Homily at Lenten Penance Service
March 28, 2006
St. Martin de Porres, Cincinnati
(Based on Hebrews 10:22-25; John 8:1-11 – Jesus and the woman taken in adultery)
So just what is this business of reconciliation and penance really all about? What should we be focusing our prayer on?
Let me begin by saying what it is not about. It’s not about our sins. You know, there are people – some of them canonized – who go about making protestations about the greatness of their sins. I think that’s just one more seductive way of making me the center of the universe. It’s an old game in the spiritual life. If I can’t be great at anything else, at least I can make myself a great sinner! It’s all about me, me, me.
No, the truth is that we’re all really small change when it comes to sin; minor leaguers. Old hat. Probably haven’t invented a new one for ages. . .
To appreciate what the process of reconciliation is all about, I’d suggest we need to look in two directions. We need to go back to the origins of the process – and then look to where it’s all heading, to its final fruit.
Reconciliation doesn’t start with us, it starts in the heart of our God. Remember, John tells us: it’s not as if we first loved God, no, it’s God who first loved us. We see it modeled in the behavior of Jesus as he is confronted by his adversaries. His total focus is on the woman, the human being in front of him.
And it’s not romanticized or sentimental. He doesn’t say, “Oh, you poor thing.” No, it’s very matter-of-fact, it has the ring of truth. You sinned. I’m fully aware of that. And I still love you. You are still lovable if you will allow yourself to be loved. “Where are they? Has no one condemned you?” “No one, sir.” “Neither do I condemn you.”
It’s wholly in line with the image of God in all the prophets. “His anger lasts but a moment; his fidelity is forever.” God has entered into a covenant with us and it will never be broken. The Psalmist has God getting angry with us; and even punishing us for a while; but with it all there is always that continuing love and faithfulness which cannot be broken. It’s the same impulse behind the image of the father in the parable of the prodigal son. Long before the son comes to his senses as he feeds slop to the pigs, the father has been out at the edge of his property everyday longing for his return. God’s love always precedes ours, empowering us to love.
Jesus’s mission was always one of revelation: to reveal what his Father was really all about. And here he reveals the Father in a setting in which the religious leaders of the people, the righteous ones, were proclaiming a violent distortion of God. They were inciting the crowd to stone this woman to death. In the name of religion. Can we even in our richest imagination grasp even remotely what such an act must be like?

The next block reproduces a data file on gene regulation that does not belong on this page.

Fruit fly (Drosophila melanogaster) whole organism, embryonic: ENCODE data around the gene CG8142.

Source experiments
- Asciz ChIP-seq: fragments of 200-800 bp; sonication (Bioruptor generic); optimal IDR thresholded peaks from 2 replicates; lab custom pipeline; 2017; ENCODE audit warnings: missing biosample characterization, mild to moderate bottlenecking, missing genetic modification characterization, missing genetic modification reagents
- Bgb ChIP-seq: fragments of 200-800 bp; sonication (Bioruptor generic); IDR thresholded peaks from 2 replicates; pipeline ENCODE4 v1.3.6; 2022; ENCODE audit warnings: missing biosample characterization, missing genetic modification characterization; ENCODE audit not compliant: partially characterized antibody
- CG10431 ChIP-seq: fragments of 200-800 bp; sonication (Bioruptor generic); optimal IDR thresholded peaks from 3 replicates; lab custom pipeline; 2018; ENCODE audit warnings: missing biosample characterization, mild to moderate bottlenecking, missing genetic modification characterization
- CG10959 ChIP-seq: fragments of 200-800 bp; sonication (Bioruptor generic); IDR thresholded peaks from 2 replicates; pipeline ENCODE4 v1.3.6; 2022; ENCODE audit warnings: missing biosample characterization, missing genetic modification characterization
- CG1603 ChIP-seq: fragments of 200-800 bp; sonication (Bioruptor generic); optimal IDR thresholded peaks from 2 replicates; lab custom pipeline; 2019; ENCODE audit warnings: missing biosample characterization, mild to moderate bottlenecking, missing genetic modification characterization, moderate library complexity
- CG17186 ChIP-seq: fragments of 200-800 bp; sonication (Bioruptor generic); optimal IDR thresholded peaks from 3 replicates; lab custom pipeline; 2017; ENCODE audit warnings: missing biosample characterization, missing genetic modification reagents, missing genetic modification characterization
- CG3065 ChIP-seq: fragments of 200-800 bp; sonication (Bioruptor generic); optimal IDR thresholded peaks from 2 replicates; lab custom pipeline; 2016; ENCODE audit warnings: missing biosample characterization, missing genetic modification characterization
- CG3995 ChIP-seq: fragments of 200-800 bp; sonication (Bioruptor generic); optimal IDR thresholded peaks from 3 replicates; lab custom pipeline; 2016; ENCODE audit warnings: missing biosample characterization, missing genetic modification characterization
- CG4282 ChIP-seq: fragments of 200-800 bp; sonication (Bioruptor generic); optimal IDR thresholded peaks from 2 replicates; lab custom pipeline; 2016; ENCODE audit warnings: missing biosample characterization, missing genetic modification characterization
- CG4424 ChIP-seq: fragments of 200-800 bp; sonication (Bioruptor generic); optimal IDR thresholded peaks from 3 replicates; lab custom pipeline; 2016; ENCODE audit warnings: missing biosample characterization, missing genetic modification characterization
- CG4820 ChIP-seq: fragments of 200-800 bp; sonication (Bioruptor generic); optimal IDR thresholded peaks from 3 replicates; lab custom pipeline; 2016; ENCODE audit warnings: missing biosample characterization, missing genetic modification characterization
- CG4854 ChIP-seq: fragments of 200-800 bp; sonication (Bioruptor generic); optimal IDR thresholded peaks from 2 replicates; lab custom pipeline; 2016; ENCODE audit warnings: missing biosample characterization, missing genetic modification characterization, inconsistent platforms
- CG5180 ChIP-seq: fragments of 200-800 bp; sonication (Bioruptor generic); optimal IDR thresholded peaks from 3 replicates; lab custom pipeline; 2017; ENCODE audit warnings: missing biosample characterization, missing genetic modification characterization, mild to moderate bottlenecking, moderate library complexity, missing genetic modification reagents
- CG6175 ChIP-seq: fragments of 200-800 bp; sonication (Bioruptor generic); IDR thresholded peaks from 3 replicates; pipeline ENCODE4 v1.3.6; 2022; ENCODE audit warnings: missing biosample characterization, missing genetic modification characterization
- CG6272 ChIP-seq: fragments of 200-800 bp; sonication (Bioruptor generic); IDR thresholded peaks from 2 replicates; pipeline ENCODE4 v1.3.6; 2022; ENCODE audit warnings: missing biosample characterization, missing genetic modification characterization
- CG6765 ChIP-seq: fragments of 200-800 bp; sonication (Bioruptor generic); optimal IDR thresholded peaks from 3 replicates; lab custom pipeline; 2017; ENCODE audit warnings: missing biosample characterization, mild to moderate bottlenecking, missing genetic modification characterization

Jesus’s proclamation of forgiveness was a revolutionary action in the religious culture of his time. He was not just a sentimental wimp; he was taking on the powers that controlled the life of the people.
So that’s where reconciliation originates. And then where is it headed? Where does it finally reach its fruition, the term of the dynamic?
In the gospel story Jesus tells the woman, “Go and sin no more.” That’s enough for that moment. But from the rest of the scriptures we know that it’s not enough that after being received in contrition we simply stop sinning. Paul tells us that because we know what it means to be forgiven we are to become forgivers. To us has been given the ministry of reconciliation. He uses the image of the alien, of those who were far off. We are to receive the aliens in our midst because we were once aliens ourselves. If we appreciate what the Lord has done in reaching out for us when we were alienated, how can we withhold our acceptance from anyone?
Like Jesus in his day we too live in a culture that is challenged by the Gospel. We live in a climate of hostility. Our society does not believe in forgiveness and reconciliation.
I was reading this morning of a report compiled about peoples’ attitudes toward torture. The question was: is torture ever permissible? And sad to say, beyond the high numbers of people in our society who are ready to condone torture, it turns out that Catholics – our brothers and sisters – score significantly higher than the general population.
And just listen to voices being raised in a very serious public issue of our day: the way we will treat undocumented aliens. Listen behind the nice words about protecting our way of life. We are ready to use them for our economic gain. As long as ‘they’ are willing to do the work that no citizen will do for the minimal wages they get, fine. But when that means our public monies will be used to take care of their health, or education, or housing, or if they wind up winning a job a real American wanted, then let’s drive them out – even if they’ve lived in the US for 20 or 30 years and even paid taxes -- let’s build a fence to keep them where they ‘belong.’
We will know that the process of reconciliation has really ‘worked’ when out hearts have become as compassionate as the heart of our God. When I am not the center of my consciousness, when my neighbor is. When we no longer look at anyone as ‘alien’ or stranger because we have accepted our Father’s own view of us. As children loved with an eternal love.